static var defaultValues: CSVDecode { get } // You create this and provide it on demand.
    static var csvCodingKeys: [String: String] { get }      All properties - JSON decoding requires it.
    static var boolFalseStrings: Set<String> { get } // lower case and/or numbers that constitute "false". Default is supplied.

    func encode() throws -> Data
    func decode(from: Data) throws -> CSVDecode
}

The defaultValues is an object you supply that contains default values that the parser uses when the CSV has an empty (nil) field. You need to provide values for Optional properties, but the value isn't used (it allows the package to determine the property's type).

The csvCodingKeys provides the translation from the CSV Stream header to the CSVDecode property. If you have boolean properties, then the boolFalseStrings String set contains those strings that would result in false. The default set is: [ "0", "0.0", "false", "f", "no", "n", "disabled", "disable", "off" ], but is easily overridden.

The two functions you provide support both encoding your object into JSON, and decoding it from JSON. Since an object Type cannot be put into a property in Swift 5.2, you need to actually stuff your object type into the JSON encode/decode calls. Let's look an example of a CSVDecode struct.

Example

struct Foo  {
    let x: Bool
    let y: String?
    let z: Date
    let a: UUID
    let i: UInt

    var record: Int = 0    // optional
    var defaults: [String]?    // optional
}
extension Foo: Encodable, Decodable, CSVDecode {
    static var defaultValues: CSVDecode {
    // Optionals need a value, but won't actually get defaulted if the CSV returns nil
    return Foo(x: true, y: "Fooy", z: Date(), a: UUID(), i: 17)
    }

    static var csvCodingKeys: [String: String] { [
    // Property    CSV_Header_Name
       "x":        "xx",
       "y":        "yy",
       "z":        "zz",
       "a":        "aa",
       "i":        "ii",
       "record":    recordNumberProperty, // recordNumberProperty defined in the package
       "defaults":  defaultedProperties // defaultedProperties defined in the package
    ] }
    func encode() throws -> Data {
      let encoder = JSONEncoder() // possibly customize
      return try Self.CSVencoder(encoder: encoder, from: self)
    }
    func decode(from: Data) throws -> CSVDecode {
      let decoder = JSONDecoder() // possibly customize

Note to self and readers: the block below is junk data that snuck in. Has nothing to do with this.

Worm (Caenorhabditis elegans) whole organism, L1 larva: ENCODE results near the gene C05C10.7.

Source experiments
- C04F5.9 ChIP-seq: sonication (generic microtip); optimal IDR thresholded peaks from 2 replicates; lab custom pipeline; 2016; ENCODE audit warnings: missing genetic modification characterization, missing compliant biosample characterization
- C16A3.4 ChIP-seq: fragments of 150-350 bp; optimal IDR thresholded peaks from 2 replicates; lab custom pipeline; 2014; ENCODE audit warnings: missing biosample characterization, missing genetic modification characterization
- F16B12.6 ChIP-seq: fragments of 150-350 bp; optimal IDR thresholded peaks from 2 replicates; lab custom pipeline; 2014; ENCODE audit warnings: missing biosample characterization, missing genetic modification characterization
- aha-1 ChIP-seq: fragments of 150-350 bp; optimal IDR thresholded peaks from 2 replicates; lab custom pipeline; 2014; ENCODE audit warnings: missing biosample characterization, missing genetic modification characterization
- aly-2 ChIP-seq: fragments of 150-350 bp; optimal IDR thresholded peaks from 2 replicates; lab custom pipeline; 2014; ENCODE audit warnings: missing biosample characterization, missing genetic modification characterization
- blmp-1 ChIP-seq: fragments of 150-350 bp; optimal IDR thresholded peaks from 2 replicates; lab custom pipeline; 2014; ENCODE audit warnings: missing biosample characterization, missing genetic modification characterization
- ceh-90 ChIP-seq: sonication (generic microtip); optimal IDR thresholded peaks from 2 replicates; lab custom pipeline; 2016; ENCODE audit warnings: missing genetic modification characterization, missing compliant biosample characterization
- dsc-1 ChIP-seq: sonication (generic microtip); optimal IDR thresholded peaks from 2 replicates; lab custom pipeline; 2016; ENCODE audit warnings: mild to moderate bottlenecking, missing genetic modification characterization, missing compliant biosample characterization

return try Self.CSVdecoder(decoder: decoder, from: from) as Foo
    }
}

Struct Foo has five base properties of types that JSON can handle (I was surprised by UUID!). The last two properties are special, and are explained below. You would have a similar definition. Then, you need to include or extend Foo to meet the protocol. The defaultValues supplies values for empty CSV fields. The csvCodingKeys provide the translation from CSV that you expect to have a header of: xx,yy,zz,aa,ii.

But, if the CSV has no header, then the package creates a default numeric header: [0,1,2,3,4,5...], so your translation table would look like:

"x":    "0",
"y":    "1",
"z":    "2",
...

The optional record property will be set to the zero-based CSV record number (ignoring the header or comments), and the optional defaults array contains the property labels of fields where a default value was used (e.g. ["x", "i"])

The two methods allow you to customize the JSON encoding process, which supports customized date processing for Date fields. The default conversion uses the double timeSinceReferenceDate.

Note that you can provide all the necessary code to support conversion in an extension, which should help if the base object is defined elsewhere.

Usage

  1. Create a parser: CSVDecoder(streamDelegate: StreamDelegate, configuration: CSVConfiguration = CSVConfiguration(), defaults: CSVDecode, recordScrubber: CSVRecordScrubber? = nil)
  • streamDelegate - you don't really need to implement any of the optional methods, as the record are saved in an array and can be retrieved at the end via allRecords()
  • configuration - the configuration value described above
  • defaults - in the example above, it would be Foo.defaultValues
  • recordScrubber - an optional block that receives an array of the record fields before coding for pre-processing, defined as (_ currentValues: [String: String?]) -> [String: String?]
  1. Send open()
  2. Supply data via write(_: UnsafePointer<UInt8>, maxLength: Int)
  3. Send close()

Whenever a record is processed, the stream delegate gets a hasBytesAvailable message. You can then get the decoded objects via currentObjects(), or just wait until after you send close(). When you receive records from currentObjects(), those records are subsequently deleted by the parser.

Tests

This package has a large suite of tests that supply a slew of edge cases, including everything mentioned in the Features section, Tests not only look at the returned fields/records, but also that every delegate method is sent in the appropriate sequence, and that all that should be sent are.

Credits

Inspired by CHCSVParser (c) 2014 Dave DeLong, from which the delegate methods were modeled.

Futures

Will entertain feature additions, just create an Issue.

Notes

Github

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Dependencies